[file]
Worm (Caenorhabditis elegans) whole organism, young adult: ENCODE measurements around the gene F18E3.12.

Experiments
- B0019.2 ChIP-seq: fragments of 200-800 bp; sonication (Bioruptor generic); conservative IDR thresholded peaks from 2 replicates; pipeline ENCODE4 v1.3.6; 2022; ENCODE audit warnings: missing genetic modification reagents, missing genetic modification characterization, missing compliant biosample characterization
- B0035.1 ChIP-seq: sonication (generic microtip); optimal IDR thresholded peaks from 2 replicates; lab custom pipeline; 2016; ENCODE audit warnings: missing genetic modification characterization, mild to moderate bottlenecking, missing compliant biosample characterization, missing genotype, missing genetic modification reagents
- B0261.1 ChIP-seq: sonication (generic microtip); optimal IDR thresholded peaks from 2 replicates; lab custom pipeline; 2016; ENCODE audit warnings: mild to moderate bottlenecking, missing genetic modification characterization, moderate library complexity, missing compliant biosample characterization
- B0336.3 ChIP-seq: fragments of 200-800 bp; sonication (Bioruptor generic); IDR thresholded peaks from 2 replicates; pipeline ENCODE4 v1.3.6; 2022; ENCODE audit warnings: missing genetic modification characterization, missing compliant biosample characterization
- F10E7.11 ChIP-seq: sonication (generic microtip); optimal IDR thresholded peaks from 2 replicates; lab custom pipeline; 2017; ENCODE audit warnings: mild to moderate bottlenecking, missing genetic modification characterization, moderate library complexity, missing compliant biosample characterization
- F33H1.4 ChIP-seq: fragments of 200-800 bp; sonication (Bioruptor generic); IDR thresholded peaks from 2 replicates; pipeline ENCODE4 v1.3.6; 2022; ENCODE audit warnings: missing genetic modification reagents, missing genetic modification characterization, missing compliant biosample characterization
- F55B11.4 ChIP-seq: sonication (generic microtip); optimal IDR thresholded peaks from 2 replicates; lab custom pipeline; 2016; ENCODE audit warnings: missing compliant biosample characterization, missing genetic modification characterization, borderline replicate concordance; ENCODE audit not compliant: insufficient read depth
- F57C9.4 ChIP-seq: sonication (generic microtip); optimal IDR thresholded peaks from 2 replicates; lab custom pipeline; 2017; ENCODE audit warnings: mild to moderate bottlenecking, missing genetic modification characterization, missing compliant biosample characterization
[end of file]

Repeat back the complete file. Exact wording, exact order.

Worm (Caenorhabditis elegans) whole organism, young adult: ENCODE measurements around the gene F18E3.12.

Experiments
- B0019.2 ChIP-seq: fragments of 200-800 bp; sonication (Bioruptor generic); conservative IDR thresholded peaks from 2 replicates; pipeline ENCODE4 v1.3.6; 2022; ENCODE audit warnings: missing genetic modification reagents, missing genetic modification characterization, missing compliant biosample characterization
- B0035.1 ChIP-seq: sonication (generic microtip); optimal IDR thresholded peaks from 2 replicates; lab custom pipeline; 2016; ENCODE audit warnings: missing genetic modification characterization, mild to moderate bottlenecking, missing compliant biosample characterization, missing genotype, missing genetic modification reagents
- B0261.1 ChIP-seq: sonication (generic microtip); optimal IDR thresholded peaks from 2 replicates; lab custom pipeline; 2016; ENCODE audit warnings: mild to moderate bottlenecking, missing genetic modification characterization, moderate library complexity, missing compliant biosample characterization
- B0336.3 ChIP-seq: fragments of 200-800 bp; sonication (Bioruptor generic); IDR thresholded peaks from 2 replicates; pipeline ENCODE4 v1.3.6; 2022; ENCODE audit warnings: missing genetic modification characterization, missing compliant biosample characterization
- F10E7.11 ChIP-seq: sonication (generic microtip); optimal IDR thresholded peaks from 2 replicates; lab custom pipeline; 2017; ENCODE audit warnings: mild to moderate bottlenecking, missing genetic modification characterization, moderate library complexity, missing compliant biosample characterization
- F33H1.4 ChIP-seq: fragments of 200-800 bp; sonication (Bioruptor generic); IDR thresholded peaks from 2 replicates; pipeline ENCODE4 v1.3.6; 2022; ENCODE audit warnings: missing genetic modification reagents, missing genetic modification characterization, missing compliant biosample characterization
- F55B11.4 ChIP-seq: sonication (generic microtip); optimal IDR thresholded peaks from 2 replicates; lab custom pipeline; 2016; ENCODE audit warnings: missing compliant biosample characterization, missing genetic modification characterization, borderline replicate concordance; ENCODE audit not compliant: insufficient read depth
- F57C9.4 ChIP-seq: sonication (generic microtip); optimal IDR thresholded peaks from 2 replicates; lab custom pipeline; 2017; ENCODE audit warnings: mild to moderate bottlenecking, missing genetic modification characterization, missing compliant biosample characterization